Love triumphs in crane disaster
When a crane toppled over just metres away from where she sat in her white wedding dress, all thoughts of her nuptials rushed from Nesh Pillay’s mind – until she met a chaplain with the New York Fire Department who saved her day.
“It occurred to me later that the chaplain is called to a scene to read people their last rites if they die, and this really was a tragedy, but she turned it into a moment of light,” Pillay (25) said.
The South African-born bride-to-be was at a hair salon in Lower Manhattan with her mother and sister, preparing for her wedding, when the crane fell last Friday. She was having her hair washed when her sister and the stylists said they felt a tremor. When they looked out the window, they saw the crane in the street, ripping a crater into the tar.
“At the time it was scary. If the wind had been blowing a few degrees in a different direction, we could have been crushed. But it’s hard to have those thoughts when someone actually did die, so you just feel lucky more than anything else that it wasn’t you,” Pillay said.
Chaos reigned as people rushed through the streets outside, and soon the area was shut down by officials who told the salon staff and the Pillays to remain inside. The stylists, knowing it was Pillay’s wedding day, led the bride to the back of the salon, trying to keep her away from the tragedy unravelling outside.
Although Pillay and her fiancé, Aaron Vanderhoff (27), had initially planned a large wedding, they opted for an intimate ceremony with immediate family instead.
Pillay was meant to meet Vanderhoff at the Tweed courthouse, about a 30-minute walk away, for photographs before the two were to wed at the city clerk’s office. A gas leak meant that Pillay and the group at the salon had to leave the building, and Pillay seized the moment.
The story goes viral
Ann Kansfield, a chaplain for the fire department, spotted Pillay in her elaborate white dress, trying to get through the snow. Her shoulders were bare on the winter’s day, and the umbrella the hairdressers had given her was falling apart in the harsh weather.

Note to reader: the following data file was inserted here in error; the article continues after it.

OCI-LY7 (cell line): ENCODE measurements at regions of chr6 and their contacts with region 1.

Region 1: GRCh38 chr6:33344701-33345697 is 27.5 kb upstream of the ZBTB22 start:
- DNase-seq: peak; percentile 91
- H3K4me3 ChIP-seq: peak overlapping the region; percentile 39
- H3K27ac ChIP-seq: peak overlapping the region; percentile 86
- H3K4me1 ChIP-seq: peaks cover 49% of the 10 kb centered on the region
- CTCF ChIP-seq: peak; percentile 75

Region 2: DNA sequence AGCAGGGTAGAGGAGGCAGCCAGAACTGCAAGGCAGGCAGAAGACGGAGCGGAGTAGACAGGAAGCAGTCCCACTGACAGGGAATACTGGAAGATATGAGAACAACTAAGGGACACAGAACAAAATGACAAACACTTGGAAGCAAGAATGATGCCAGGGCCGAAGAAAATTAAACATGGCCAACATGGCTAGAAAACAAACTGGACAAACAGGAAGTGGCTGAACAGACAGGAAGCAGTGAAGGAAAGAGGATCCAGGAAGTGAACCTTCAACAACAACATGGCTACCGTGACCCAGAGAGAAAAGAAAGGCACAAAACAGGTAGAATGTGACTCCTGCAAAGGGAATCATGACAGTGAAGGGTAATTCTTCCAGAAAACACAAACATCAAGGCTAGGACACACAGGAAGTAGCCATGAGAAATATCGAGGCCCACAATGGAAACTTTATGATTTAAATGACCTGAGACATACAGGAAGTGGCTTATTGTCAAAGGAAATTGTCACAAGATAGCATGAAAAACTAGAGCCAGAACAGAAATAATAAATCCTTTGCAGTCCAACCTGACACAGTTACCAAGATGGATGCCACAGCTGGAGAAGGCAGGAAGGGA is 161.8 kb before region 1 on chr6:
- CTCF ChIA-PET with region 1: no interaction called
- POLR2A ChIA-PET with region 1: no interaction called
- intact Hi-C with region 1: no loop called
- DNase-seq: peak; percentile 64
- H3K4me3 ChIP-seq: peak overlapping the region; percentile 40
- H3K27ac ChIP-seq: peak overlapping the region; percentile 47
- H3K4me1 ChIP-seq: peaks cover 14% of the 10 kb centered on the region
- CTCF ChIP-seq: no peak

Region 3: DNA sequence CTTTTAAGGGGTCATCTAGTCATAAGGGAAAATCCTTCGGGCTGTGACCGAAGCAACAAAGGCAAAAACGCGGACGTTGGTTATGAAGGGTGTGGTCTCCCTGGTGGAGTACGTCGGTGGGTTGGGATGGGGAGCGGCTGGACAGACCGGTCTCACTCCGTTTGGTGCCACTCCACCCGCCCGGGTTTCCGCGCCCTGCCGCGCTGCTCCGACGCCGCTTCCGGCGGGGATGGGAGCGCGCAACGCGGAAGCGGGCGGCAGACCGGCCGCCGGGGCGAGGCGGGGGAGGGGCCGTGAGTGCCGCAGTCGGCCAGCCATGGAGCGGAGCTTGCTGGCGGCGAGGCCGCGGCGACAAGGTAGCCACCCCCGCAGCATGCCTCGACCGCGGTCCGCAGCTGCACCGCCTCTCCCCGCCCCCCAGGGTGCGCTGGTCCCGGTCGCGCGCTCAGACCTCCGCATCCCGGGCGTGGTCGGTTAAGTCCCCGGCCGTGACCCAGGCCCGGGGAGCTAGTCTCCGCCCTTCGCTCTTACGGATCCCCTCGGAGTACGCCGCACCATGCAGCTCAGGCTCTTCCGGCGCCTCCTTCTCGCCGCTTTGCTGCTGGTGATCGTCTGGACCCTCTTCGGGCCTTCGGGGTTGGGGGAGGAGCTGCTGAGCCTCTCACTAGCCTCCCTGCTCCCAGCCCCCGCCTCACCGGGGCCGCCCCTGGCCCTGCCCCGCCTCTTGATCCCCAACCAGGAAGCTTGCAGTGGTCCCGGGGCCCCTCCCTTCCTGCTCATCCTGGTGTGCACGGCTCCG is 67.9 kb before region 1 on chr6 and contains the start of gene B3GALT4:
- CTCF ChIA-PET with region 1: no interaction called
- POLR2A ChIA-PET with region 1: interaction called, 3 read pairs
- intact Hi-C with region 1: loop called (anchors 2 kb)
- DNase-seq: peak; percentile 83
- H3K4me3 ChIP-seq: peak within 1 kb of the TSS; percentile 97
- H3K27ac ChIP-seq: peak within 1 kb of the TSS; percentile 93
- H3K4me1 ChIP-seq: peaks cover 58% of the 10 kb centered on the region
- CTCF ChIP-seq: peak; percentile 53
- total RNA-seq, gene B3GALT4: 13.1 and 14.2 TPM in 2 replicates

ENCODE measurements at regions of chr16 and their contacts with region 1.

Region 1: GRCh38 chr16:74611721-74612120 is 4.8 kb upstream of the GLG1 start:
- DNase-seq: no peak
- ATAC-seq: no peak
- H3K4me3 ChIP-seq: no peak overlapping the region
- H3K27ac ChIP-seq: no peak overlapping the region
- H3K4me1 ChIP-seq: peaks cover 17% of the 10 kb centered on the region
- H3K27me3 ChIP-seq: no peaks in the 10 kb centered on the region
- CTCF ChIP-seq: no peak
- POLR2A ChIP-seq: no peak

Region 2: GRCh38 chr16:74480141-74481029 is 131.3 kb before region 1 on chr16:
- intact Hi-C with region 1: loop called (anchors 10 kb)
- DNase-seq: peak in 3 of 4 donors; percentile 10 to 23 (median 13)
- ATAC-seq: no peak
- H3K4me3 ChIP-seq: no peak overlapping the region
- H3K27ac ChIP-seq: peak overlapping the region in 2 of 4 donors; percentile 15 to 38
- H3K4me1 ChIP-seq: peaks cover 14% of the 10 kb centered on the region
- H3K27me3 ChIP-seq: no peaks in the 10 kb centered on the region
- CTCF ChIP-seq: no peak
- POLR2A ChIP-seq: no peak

Kansfield hurried over and draped her firefighter’s jacket over the bride-to-be’s shoulders, and escorted her to the Tweed courthouse where Vanderhoff was waiting.
Along the way, Kansfield kept Pillay calm, sharing stories with her and revealing that she would be able to marry the couple.
“I just wanted to be with Aaron; I wasn’t even thinking about the wedding getting cancelled. I was wearing this chaplain’s jacket and I collapsed in his arms and just bawled my eyes out,” Pillay said.
“She just took us to the top of the stairs of the Tweed courthouse, which is not where you’re supposed to get married. Security from the building was yelling at us the whole time and she just took us to the top of the stairs and married us,” Pillay said.
Pillay’s story went viral on the internet for the happiness it brought in a moment of tragedy. The incident still weighs heavily on Pillay’s and Vanderhoff’s minds. Three people were injured when the crane collapsed, and David Wichs (38) died.
The couple are looking at options to honour Wichs’s memory. Pillay now lives in Toronto, Canada, where she has established her own public relations agency, and Vanderhoff is based in New York, with the two commuting regularly between the two cities.
“We’re probably not going to go on honeymoon for a few months,” said Pillay. “But when we do, it’s going to be somewhere very secluded.”